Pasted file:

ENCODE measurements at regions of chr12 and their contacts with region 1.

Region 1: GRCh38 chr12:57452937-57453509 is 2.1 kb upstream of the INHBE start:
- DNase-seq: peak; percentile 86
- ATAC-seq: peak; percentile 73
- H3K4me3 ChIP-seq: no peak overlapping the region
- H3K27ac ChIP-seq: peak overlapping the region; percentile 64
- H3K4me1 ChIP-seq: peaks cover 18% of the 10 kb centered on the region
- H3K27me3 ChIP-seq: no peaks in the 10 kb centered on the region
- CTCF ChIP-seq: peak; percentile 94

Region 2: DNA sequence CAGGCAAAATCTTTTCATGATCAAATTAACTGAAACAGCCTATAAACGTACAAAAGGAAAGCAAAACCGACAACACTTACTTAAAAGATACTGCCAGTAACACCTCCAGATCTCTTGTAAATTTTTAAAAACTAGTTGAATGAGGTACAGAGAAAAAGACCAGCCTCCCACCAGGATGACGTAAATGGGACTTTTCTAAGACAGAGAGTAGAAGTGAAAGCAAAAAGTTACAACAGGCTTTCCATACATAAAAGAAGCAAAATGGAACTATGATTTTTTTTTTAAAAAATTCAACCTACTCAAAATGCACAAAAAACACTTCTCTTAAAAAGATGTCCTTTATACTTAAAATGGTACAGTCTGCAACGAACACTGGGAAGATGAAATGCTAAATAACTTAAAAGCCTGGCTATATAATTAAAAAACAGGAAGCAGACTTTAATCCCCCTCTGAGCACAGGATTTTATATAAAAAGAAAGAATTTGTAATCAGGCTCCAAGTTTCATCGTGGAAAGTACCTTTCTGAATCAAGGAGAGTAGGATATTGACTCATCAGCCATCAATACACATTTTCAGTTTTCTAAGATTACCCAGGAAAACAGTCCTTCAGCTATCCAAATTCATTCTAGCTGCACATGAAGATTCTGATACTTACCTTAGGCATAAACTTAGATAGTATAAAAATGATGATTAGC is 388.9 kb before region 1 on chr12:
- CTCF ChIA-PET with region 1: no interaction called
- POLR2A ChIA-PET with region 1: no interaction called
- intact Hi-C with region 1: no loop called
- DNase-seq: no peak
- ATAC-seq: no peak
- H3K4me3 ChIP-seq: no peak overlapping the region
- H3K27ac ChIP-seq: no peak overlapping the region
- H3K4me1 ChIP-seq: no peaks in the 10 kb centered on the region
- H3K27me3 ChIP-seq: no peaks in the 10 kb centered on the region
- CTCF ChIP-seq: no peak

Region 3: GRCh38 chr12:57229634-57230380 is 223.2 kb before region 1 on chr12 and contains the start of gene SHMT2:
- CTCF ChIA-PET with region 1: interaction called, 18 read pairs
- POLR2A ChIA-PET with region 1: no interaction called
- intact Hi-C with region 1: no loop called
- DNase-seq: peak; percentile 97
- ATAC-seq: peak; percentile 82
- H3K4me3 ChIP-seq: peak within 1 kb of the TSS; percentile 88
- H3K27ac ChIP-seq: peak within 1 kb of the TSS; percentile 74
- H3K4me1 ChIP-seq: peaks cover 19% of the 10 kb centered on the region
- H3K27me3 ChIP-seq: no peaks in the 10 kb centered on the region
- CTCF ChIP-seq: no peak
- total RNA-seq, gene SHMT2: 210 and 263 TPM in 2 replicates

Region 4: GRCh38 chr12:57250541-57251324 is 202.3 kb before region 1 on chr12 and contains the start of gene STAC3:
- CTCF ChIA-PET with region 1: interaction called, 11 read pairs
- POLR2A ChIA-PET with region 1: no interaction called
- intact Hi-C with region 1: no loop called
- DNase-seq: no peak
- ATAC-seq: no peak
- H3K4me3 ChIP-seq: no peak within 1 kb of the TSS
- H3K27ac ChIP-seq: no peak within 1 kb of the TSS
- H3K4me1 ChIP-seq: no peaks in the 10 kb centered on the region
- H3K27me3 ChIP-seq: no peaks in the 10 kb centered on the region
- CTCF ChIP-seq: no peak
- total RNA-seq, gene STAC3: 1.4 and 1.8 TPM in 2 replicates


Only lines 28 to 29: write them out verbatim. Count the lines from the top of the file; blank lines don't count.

- H3K27ac ChIP-seq: peak within 1 kb of the TSS; percentile 74
- H3K4me1 ChIP-seq: peaks cover 19% of the 10 kb centered on the region